Social Media’s Impact on Bloomberg for Mayor 2009

SocialMediaWeekLogo.jpgJonah Seiger, founder and managing partner of Connections Media, worked on the election campaigns for New York Mayor Michael Bloomberg in both 2005 and 2009, including oversight of the campaign’s entire digital media program for the most recent election, which ended up a lot closer than most pundits predicted, with Bloomberg edging William Thompson 50.6 percent-46 percent, or 557,059-506,717 in total votes.

While the election results obviously take precedence over the respective candidates’ social media tallies, the latter was no contest, with the incumbent totaling more than 40,000 Facebook friends and Twitter followers compared with 6,300 for the challenger.

Seiger spoke at a Social Media Week 2010 panel titled Bloomberg for Mayor 2009 Web & Social Media Summary, hosted by ClickZ and held at the New York headquarters of The Open Planning Project, where he was joined by ClickZ News senior editor Kate Kaye, author of Campaign 08: A Turning Point for Digital Media, and Andrew Rasiej, co-founder of techPresident and Personal Democracy Forum.

Kaye pointed out that the Bloomberg campaign spent $2.1 million on online for the 2009 election, accounting for 3 percent of its total spending, adding that it “didn’t have to worry about fund-raising, which is an anomaly among political campaigns. Most political campaigns think of online as an ATM.”

Seiger agreed that the campaign was “unique in terms of having one contributor, and not soliciting contributions,” but he added that this made the effort more challenging in many ways because people tend to invest more of themselves in campaigns to which they’ve made financial contributions. The solution: Recruitment of volunteers, Facebook fans, and Twitter followers, which Seiger called “the same thing as raising money, but engagement, rather than financial commitment.”

Among raw numbers from Bloomberg’s 2009 campaign shared by Seiger: 1.1 billion targeted online ad impressions at a cost of less than 0.02 cents each; 42 percent of traffic to the official campaign site generated from social media and search-engine optimization; 224,000 YouTube video plays; almost 400 different online ads created during the course of the campaign; and a total of 31 million Twitter followers of Bloomberg Twitter followers, with 3.5 million of them in New York City.


Kaye and Seiger discussed the one day in August when Bloomberg actually tweeted himself, which was publicized in advance. The stunt — which resulted in Bloomberg’s total Twitter followers rising about 50 percent in the 10 days before and after it — was actually pushed back 48 hours due to the mid-air collision between a tour helicopter and a single engine airplane over the Hudson River. Kaye pointed out that Bloomberg was one of Twitter’s selected users on the day of the event.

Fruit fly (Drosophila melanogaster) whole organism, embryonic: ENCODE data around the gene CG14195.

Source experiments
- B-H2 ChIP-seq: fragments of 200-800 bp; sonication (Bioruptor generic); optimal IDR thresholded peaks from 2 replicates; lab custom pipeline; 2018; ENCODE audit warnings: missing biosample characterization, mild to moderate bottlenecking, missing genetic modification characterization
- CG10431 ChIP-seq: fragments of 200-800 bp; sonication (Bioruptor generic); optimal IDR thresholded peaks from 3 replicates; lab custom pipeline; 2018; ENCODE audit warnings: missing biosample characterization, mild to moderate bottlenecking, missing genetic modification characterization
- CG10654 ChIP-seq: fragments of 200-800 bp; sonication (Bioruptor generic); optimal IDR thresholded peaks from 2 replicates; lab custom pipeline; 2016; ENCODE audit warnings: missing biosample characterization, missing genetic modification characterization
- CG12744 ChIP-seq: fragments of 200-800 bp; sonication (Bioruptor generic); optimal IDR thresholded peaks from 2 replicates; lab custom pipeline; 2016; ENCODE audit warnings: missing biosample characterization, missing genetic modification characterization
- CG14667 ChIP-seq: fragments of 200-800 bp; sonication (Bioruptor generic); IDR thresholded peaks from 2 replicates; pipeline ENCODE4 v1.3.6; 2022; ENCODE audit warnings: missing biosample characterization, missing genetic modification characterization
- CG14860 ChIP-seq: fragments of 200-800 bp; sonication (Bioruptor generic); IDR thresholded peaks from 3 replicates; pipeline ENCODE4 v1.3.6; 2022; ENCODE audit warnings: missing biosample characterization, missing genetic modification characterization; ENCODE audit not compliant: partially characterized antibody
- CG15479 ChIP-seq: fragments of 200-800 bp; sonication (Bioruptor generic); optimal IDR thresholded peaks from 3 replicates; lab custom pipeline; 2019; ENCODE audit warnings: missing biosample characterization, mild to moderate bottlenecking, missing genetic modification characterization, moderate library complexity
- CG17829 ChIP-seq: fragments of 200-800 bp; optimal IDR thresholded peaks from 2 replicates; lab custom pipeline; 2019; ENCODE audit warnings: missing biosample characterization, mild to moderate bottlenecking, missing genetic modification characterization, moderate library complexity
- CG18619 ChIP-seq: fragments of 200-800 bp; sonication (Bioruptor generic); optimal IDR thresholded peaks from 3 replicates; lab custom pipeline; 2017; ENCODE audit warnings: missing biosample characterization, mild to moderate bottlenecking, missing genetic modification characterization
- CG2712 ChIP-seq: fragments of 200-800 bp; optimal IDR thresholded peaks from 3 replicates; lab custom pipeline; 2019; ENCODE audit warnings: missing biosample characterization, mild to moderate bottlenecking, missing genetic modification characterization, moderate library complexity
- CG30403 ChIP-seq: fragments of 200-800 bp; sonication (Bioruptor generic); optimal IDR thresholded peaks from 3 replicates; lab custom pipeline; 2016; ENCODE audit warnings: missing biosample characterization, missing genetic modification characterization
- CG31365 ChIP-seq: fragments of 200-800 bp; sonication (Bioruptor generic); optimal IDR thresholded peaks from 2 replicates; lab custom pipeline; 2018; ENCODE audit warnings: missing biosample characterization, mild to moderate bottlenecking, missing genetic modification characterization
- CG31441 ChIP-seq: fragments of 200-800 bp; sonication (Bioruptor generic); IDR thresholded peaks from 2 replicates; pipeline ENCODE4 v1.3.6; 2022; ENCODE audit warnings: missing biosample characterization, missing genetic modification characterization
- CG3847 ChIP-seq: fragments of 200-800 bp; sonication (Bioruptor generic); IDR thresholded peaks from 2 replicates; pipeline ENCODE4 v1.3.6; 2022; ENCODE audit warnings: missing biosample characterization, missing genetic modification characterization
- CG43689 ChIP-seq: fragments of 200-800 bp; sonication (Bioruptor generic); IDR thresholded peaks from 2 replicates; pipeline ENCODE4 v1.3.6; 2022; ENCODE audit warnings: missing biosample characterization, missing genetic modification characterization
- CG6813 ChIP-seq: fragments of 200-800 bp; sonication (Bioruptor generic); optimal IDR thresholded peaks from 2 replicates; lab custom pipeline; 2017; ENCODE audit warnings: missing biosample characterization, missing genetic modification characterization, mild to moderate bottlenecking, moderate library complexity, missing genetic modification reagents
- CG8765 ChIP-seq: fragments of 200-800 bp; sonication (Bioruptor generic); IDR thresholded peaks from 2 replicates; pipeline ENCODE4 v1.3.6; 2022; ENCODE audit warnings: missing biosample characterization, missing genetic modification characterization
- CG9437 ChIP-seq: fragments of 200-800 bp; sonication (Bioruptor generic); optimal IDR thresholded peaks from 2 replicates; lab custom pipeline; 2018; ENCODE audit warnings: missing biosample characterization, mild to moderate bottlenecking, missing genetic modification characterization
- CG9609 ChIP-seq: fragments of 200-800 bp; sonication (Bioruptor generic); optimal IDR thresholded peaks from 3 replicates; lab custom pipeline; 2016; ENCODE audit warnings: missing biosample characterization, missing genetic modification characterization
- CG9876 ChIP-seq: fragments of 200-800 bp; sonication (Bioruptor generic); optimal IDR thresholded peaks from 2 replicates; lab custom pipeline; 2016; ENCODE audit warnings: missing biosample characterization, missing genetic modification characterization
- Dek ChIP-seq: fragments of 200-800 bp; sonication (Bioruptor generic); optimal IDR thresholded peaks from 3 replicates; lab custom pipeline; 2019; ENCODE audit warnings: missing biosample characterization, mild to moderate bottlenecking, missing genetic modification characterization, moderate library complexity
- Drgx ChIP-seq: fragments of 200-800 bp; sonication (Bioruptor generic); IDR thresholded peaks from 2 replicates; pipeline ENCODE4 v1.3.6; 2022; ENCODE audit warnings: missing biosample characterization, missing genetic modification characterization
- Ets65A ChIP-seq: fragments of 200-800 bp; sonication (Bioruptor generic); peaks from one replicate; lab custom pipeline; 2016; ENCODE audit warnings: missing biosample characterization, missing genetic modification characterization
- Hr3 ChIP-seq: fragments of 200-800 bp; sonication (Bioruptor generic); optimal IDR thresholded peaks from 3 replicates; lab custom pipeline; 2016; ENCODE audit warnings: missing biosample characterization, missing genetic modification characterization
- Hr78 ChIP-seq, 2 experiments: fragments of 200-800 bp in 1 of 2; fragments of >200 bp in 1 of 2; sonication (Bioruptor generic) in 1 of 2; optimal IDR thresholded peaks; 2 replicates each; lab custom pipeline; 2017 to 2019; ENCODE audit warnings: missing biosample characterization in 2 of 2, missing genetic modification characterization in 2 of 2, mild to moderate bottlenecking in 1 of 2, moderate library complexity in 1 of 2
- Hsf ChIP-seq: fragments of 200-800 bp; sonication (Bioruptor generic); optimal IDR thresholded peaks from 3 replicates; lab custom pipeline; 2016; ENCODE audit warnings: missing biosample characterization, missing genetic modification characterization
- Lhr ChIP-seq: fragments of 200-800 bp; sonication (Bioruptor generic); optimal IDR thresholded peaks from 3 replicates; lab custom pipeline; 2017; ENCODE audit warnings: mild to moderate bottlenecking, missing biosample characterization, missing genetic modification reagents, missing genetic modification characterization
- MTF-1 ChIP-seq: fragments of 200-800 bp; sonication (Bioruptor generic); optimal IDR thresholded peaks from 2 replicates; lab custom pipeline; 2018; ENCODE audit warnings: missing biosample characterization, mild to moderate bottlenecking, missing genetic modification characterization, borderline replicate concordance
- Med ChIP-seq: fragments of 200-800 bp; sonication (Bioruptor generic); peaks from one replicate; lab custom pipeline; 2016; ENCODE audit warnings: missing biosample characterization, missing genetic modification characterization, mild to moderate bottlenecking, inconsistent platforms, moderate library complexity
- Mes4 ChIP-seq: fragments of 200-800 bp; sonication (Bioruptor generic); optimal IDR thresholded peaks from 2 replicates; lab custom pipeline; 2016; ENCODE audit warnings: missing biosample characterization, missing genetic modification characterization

On the use of social media in general, Seiger said:

Digital was embraced in a way that I’ve never seen before — partly a reflection of the age of the people running the campaign, partly a reflection of the mayor embracing technology — a real true embracing of online as a core component of the campaign.

Every single thing we did on the campaign mattered. I don’t think social media meant more than anything else, but it was part of the success.

Every day, we focused on: How do we integrate our digital tactics into the larger campaign strategy?

We were hoping for a true buy-in in terms of digital, and we got that beyond my expectations. Even in a campaign as well-funded as ours, there are realities of budgeting, but I had everything I needed for my team to do its job.

None of our spend was targeted toward people who were below 18 or didn’t have a geographic reason to vote in New York City.

Any legitimate social media strategy naturally includes digital advertising as a part of the promotion.

Initiatives the campaign implemented on Facebook included a bottom-bar engagement option with a Facebook Connect button; Facebook groups by borough or other criteria (such as Women for Bloomberg); allowing users of the social-networking site to sign up for events and invite friends via Facebook Connect; and encouraging people to “donate” their Facebook status to the campaign.

On the subject of Twitter, Seiger was skeptical at first, saying:

We originally thought Facebook would provide much more benefit than Twitter. We happened to engage on Twitter at a very fruitful time. Twitter wasn’t really a factor in 2008.

Ways the campaign used the microblogging service included buying search ads that urged users who searched Twitter from a New York City ZIP code to follow @mikebloomberg on Twitter; urging supporters to “tweet out the vote,” or use their tweets to encourage their followers to vote for Bloomberg; and acknowledging Twitter users (particularly those with large followings) who did so.

Seiger added, “Our Twitter strategy substantially benefited by the Yankees being in the World Series.”

When asked how the staff dealt with negative comments on Facebook or Twitter, Seiger said:

This is New York City. There are lots of opinions about lots of things…and we did not intend to stand in the way of that. Anyone could comment on Facebook. Our moderators occasionally deleted content with inappropriate language or aggressive attacks versus other members of the community, but the number of deleted comments was very low.

He concluded by sharing the “estimated” impact of social media, 85,000 votes, adding that the final margin of victory was slightly more than 50,000 votes. And speaking of Bloomberg’s opponent, Kaye said, “Thompson’s digital campaign people were invited. We wanted to have them here. They declined to participate.”